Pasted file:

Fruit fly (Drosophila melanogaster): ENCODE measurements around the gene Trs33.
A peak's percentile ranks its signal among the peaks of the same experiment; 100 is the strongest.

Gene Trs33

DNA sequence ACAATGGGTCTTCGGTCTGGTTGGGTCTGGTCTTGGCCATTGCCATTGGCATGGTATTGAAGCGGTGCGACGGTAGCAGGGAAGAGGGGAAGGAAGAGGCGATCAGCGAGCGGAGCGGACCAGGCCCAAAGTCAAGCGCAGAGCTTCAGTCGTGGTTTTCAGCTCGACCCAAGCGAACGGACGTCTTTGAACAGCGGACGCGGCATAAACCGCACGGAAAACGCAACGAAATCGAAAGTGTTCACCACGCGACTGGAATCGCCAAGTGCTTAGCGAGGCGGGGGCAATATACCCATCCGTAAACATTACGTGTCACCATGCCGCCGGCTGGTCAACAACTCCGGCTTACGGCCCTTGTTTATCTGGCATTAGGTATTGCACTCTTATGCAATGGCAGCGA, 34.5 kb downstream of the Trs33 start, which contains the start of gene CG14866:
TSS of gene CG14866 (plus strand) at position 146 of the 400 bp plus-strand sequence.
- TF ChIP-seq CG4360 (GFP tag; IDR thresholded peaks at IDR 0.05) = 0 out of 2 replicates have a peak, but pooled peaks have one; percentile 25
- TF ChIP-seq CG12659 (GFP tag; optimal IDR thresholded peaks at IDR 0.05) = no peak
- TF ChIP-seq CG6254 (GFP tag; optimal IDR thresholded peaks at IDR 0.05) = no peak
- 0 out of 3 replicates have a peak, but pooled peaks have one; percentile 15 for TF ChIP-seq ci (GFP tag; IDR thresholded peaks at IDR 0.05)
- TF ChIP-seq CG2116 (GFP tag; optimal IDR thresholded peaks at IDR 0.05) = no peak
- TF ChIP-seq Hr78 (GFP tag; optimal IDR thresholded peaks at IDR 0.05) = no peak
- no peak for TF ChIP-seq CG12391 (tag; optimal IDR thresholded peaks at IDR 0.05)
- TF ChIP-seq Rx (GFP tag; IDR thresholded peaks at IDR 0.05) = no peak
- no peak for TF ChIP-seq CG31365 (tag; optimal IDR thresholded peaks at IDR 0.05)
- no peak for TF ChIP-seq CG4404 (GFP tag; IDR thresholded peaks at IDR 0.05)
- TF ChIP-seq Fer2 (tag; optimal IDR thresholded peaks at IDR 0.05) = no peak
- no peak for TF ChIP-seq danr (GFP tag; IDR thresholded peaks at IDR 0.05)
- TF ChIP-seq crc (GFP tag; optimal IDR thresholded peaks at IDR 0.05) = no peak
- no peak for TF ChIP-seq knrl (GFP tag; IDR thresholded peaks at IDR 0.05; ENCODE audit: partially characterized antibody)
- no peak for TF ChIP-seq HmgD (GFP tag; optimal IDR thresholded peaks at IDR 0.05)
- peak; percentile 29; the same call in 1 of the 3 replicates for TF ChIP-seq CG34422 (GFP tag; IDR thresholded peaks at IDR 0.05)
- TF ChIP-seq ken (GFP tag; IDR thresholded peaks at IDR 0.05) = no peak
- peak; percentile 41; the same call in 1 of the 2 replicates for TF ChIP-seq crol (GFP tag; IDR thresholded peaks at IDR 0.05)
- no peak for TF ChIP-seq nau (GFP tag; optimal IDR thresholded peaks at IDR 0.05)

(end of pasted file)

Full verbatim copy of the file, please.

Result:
Fruit fly (Drosophila melanogaster): ENCODE measurements around the gene Trs33.
A peak's percentile ranks its signal among the peaks of the same experiment; 100 is the strongest.

Gene Trs33

DNA sequence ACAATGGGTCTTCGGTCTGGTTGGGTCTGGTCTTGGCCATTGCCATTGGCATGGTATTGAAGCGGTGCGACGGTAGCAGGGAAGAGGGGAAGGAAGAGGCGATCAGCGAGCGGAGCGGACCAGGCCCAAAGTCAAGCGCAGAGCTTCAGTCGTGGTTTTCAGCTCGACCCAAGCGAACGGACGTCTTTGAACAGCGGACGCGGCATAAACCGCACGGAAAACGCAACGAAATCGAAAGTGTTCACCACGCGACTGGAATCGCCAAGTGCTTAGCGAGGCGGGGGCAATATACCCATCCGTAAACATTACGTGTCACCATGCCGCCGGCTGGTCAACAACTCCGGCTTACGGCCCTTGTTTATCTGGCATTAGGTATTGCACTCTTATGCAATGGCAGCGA, 34.5 kb downstream of the Trs33 start, which contains the start of gene CG14866:
TSS of gene CG14866 (plus strand) at position 146 of the 400 bp plus-strand sequence.
- TF ChIP-seq CG4360 (GFP tag; IDR thresholded peaks at IDR 0.05) = 0 out of 2 replicates have a peak, but pooled peaks have one; percentile 25
- TF ChIP-seq CG12659 (GFP tag; optimal IDR thresholded peaks at IDR 0.05) = no peak
- TF ChIP-seq CG6254 (GFP tag; optimal IDR thresholded peaks at IDR 0.05) = no peak
- 0 out of 3 replicates have a peak, but pooled peaks have one; percentile 15 for TF ChIP-seq ci (GFP tag; IDR thresholded peaks at IDR 0.05)
- TF ChIP-seq CG2116 (GFP tag; optimal IDR thresholded peaks at IDR 0.05) = no peak
- TF ChIP-seq Hr78 (GFP tag; optimal IDR thresholded peaks at IDR 0.05) = no peak
- no peak for TF ChIP-seq CG12391 (tag; optimal IDR thresholded peaks at IDR 0.05)
- TF ChIP-seq Rx (GFP tag; IDR thresholded peaks at IDR 0.05) = no peak
- no peak for TF ChIP-seq CG31365 (tag; optimal IDR thresholded peaks at IDR 0.05)
- no peak for TF ChIP-seq CG4404 (GFP tag; IDR thresholded peaks at IDR 0.05)
- TF ChIP-seq Fer2 (tag; optimal IDR thresholded peaks at IDR 0.05) = no peak
- no peak for TF ChIP-seq danr (GFP tag; IDR thresholded peaks at IDR 0.05)
- TF ChIP-seq crc (GFP tag; optimal IDR thresholded peaks at IDR 0.05) = no peak
- no peak for TF ChIP-seq knrl (GFP tag; IDR thresholded peaks at IDR 0.05; ENCODE audit: partially characterized antibody)
- no peak for TF ChIP-seq HmgD (GFP tag; optimal IDR thresholded peaks at IDR 0.05)
- peak; percentile 29; the same call in 1 of the 3 replicates for TF ChIP-seq CG34422 (GFP tag; IDR thresholded peaks at IDR 0.05)
- TF ChIP-seq ken (GFP tag; IDR thresholded peaks at IDR 0.05) = no peak
- peak; percentile 41; the same call in 1 of the 2 replicates for TF ChIP-seq crol (GFP tag; IDR thresholded peaks at IDR 0.05)
- no peak for TF ChIP-seq nau (GFP tag; optimal IDR thresholded peaks at IDR 0.05)